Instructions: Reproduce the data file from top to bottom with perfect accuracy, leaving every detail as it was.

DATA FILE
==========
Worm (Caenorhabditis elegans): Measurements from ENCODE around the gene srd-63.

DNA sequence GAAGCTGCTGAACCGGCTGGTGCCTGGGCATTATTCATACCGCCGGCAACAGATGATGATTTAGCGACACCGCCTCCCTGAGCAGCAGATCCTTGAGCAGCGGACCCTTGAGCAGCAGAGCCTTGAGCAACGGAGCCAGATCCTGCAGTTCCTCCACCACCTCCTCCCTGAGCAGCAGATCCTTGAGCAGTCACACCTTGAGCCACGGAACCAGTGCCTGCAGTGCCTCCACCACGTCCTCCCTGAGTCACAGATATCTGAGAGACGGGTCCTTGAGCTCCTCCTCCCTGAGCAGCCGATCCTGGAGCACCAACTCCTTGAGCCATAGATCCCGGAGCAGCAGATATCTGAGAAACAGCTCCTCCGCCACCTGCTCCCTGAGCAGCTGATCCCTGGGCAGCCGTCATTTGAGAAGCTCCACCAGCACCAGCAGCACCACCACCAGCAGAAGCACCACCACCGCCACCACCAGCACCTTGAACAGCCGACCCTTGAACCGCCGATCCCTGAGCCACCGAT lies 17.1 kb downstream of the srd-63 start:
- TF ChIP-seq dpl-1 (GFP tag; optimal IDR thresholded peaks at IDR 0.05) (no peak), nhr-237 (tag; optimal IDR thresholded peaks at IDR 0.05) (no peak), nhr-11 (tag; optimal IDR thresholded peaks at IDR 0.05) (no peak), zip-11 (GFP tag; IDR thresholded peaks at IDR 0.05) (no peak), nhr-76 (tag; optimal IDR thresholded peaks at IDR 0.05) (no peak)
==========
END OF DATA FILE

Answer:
Worm (Caenorhabditis elegans): Measurements from ENCODE around the gene srd-63.

DNA sequence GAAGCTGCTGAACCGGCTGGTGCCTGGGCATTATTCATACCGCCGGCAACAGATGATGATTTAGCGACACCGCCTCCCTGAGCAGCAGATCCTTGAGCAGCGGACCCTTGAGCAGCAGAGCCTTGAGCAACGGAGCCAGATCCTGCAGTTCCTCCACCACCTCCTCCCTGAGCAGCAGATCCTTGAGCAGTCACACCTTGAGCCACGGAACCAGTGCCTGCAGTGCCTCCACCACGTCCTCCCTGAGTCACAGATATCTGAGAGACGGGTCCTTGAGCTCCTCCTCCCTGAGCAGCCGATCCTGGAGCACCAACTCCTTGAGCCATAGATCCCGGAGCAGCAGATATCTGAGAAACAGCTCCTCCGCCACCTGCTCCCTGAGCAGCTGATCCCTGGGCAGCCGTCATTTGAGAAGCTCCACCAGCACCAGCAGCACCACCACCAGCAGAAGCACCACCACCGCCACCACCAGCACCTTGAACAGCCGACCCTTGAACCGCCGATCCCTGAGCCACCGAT lies 17.1 kb downstream of the srd-63 start:
- TF ChIP-seq dpl-1 (GFP tag; optimal IDR thresholded peaks at IDR 0.05) (no peak), nhr-237 (tag; optimal IDR thresholded peaks at IDR 0.05) (no peak), nhr-11 (tag; optimal IDR thresholded peaks at IDR 0.05) (no peak), zip-11 (GFP tag; IDR thresholded peaks at IDR 0.05) (no peak), nhr-76 (tag; optimal IDR thresholded peaks at IDR 0.05) (no peak)